Simply pull the discharge tubing out with a little pressure, it is likely just held using the plastic barbs of the check valve. If there is a hose clamp, you will need to remove it.
If there is still water in the discharge line, drain the existing water into a bucket.
Once all water is drained out, try blowing on the discharge line. If the you can't blow freely through the discharge line, then you know there is some type of clog or obstruction in the line.
You can follow the line to the exterior (while still inside) and see if you notice any problems. And then go outside and find the termination of the discharge line, and see if there are any problems.
#2. Inspect The Check Valve
The check valve is a small plastic one way water valve that connects to the discharge line. The check valve prevents flow in the wrong direction. It allows water to only towards the exterior (and not back into the pump).
If any remaining water in the discharge line remains after the pump stops, the check valve will prevent this water from going back into the condensate pump (and turning it back on). It basically prevents harmful short cycling of the condensate pump.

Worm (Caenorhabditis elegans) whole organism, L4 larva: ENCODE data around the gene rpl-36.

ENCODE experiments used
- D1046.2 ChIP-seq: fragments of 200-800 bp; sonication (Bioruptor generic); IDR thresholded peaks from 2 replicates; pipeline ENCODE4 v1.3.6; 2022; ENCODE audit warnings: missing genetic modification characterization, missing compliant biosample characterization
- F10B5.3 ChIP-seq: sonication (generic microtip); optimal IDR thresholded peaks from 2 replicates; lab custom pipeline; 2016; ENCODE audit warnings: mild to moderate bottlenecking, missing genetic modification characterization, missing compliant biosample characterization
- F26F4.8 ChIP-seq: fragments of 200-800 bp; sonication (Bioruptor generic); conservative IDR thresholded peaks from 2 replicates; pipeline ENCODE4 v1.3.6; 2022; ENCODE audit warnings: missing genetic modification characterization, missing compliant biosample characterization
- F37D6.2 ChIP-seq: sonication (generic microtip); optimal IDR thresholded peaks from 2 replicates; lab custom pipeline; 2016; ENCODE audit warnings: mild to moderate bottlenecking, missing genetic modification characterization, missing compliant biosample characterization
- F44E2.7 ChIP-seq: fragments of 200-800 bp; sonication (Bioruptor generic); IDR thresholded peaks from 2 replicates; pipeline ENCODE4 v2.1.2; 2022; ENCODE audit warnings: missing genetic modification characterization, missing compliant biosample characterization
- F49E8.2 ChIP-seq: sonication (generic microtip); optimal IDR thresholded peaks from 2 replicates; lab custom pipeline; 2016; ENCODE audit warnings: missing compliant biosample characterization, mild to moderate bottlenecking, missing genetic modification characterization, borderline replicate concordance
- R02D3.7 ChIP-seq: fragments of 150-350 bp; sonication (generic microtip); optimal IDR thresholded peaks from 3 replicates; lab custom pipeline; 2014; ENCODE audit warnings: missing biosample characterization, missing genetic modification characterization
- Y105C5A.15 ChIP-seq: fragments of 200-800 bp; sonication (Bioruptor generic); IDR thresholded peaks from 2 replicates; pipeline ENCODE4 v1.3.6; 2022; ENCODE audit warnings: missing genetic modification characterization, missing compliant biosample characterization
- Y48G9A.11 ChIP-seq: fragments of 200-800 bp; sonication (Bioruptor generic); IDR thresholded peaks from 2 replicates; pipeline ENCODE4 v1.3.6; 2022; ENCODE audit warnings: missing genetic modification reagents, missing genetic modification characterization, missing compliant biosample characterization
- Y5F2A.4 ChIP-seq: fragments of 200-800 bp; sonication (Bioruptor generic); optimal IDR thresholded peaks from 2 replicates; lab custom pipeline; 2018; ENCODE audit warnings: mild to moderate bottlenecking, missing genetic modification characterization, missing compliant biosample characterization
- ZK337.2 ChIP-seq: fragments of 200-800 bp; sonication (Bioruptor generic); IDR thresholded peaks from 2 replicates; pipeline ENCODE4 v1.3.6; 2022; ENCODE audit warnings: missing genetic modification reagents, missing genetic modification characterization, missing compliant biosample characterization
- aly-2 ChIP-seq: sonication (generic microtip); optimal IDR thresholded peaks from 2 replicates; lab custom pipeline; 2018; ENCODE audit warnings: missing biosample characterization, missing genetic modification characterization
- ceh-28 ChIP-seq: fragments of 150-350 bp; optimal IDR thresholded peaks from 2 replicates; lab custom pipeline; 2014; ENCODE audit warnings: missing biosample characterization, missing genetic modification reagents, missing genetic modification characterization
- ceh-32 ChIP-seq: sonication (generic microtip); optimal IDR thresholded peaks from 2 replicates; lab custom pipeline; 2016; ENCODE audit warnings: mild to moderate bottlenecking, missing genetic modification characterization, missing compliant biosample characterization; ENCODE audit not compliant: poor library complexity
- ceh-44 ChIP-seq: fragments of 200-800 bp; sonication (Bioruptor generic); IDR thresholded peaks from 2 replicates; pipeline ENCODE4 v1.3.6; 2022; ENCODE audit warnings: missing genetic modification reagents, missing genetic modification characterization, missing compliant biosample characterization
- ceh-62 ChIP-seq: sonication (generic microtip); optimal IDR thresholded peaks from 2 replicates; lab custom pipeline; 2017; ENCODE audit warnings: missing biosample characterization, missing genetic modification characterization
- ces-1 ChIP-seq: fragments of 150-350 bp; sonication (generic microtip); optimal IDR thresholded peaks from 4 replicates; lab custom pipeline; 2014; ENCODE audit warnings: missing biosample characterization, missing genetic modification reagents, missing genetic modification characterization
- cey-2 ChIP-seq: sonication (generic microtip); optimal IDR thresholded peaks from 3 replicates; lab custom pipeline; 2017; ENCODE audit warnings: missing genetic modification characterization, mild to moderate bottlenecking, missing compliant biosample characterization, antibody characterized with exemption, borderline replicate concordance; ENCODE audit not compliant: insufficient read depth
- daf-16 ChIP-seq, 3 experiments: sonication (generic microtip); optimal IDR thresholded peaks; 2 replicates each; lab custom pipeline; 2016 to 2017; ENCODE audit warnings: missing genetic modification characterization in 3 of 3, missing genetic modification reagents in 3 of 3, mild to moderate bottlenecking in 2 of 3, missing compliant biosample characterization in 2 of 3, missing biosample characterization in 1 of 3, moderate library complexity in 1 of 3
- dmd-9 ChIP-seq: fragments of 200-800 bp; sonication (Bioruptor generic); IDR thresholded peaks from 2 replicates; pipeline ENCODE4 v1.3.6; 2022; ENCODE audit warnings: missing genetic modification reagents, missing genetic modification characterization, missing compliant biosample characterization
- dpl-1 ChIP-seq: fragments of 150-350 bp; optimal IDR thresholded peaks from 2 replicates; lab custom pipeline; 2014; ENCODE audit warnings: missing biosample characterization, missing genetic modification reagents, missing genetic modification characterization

Before you test the check valve, it's a good idea to do this step on a deck or somewhere on the exterior. You will have to remove any screws that may be securing the condensate pump to a wall (or it may be loosely on the floor) as well as removing the 3/4" pipe (white PVC) from one of the inlets. This rigid PVC pipe is the drain pipe from the air handler.
Once the pump is outside, pour some water into to one of the inlet holes if the pump isn't already full of water.
And now plug in the condensate pump into a GFCI outlet (exterior outlets should be GFCI).